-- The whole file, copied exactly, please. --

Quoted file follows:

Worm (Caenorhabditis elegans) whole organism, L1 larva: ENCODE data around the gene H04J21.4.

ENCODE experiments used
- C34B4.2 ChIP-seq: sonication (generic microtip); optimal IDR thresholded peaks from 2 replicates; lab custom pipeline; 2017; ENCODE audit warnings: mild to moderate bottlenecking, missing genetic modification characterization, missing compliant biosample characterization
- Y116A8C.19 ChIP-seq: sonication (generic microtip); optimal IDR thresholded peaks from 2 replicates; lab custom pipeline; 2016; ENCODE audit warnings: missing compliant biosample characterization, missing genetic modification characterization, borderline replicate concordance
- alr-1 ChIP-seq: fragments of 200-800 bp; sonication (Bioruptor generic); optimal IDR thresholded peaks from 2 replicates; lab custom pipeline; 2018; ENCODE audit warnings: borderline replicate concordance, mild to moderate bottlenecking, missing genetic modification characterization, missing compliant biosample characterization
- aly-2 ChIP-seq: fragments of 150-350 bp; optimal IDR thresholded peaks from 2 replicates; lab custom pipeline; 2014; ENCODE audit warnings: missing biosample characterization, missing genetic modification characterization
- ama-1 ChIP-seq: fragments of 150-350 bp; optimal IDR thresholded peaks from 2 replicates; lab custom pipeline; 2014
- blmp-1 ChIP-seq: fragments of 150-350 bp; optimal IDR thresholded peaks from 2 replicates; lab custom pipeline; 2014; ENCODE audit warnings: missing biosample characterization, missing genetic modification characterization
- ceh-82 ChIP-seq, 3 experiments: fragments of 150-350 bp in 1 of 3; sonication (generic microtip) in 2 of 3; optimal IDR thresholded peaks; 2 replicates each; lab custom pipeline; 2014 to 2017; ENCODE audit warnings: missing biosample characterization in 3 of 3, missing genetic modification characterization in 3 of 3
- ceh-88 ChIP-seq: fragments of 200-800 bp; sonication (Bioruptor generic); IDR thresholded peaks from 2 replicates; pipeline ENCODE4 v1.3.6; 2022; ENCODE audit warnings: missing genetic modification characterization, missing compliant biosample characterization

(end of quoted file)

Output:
Worm (Caenorhabditis elegans) whole organism, L1 larva: ENCODE data around the gene H04J21.4.

ENCODE experiments used
- C34B4.2 ChIP-seq: sonication (generic microtip); optimal IDR thresholded peaks from 2 replicates; lab custom pipeline; 2017; ENCODE audit warnings: mild to moderate bottlenecking, missing genetic modification characterization, missing compliant biosample characterization
- Y116A8C.19 ChIP-seq: sonication (generic microtip); optimal IDR thresholded peaks from 2 replicates; lab custom pipeline; 2016; ENCODE audit warnings: missing compliant biosample characterization, missing genetic modification characterization, borderline replicate concordance
- alr-1 ChIP-seq: fragments of 200-800 bp; sonication (Bioruptor generic); optimal IDR thresholded peaks from 2 replicates; lab custom pipeline; 2018; ENCODE audit warnings: borderline replicate concordance, mild to moderate bottlenecking, missing genetic modification characterization, missing compliant biosample characterization
- aly-2 ChIP-seq: fragments of 150-350 bp; optimal IDR thresholded peaks from 2 replicates; lab custom pipeline; 2014; ENCODE audit warnings: missing biosample characterization, missing genetic modification characterization
- ama-1 ChIP-seq: fragments of 150-350 bp; optimal IDR thresholded peaks from 2 replicates; lab custom pipeline; 2014
- blmp-1 ChIP-seq: fragments of 150-350 bp; optimal IDR thresholded peaks from 2 replicates; lab custom pipeline; 2014; ENCODE audit warnings: missing biosample characterization, missing genetic modification characterization
- ceh-82 ChIP-seq, 3 experiments: fragments of 150-350 bp in 1 of 3; sonication (generic microtip) in 2 of 3; optimal IDR thresholded peaks; 2 replicates each; lab custom pipeline; 2014 to 2017; ENCODE audit warnings: missing biosample characterization in 3 of 3, missing genetic modification characterization in 3 of 3
- ceh-88 ChIP-seq: fragments of 200-800 bp; sonication (Bioruptor generic); IDR thresholded peaks from 2 replicates; pipeline ENCODE4 v1.3.6; 2022; ENCODE audit warnings: missing genetic modification characterization, missing compliant biosample characterization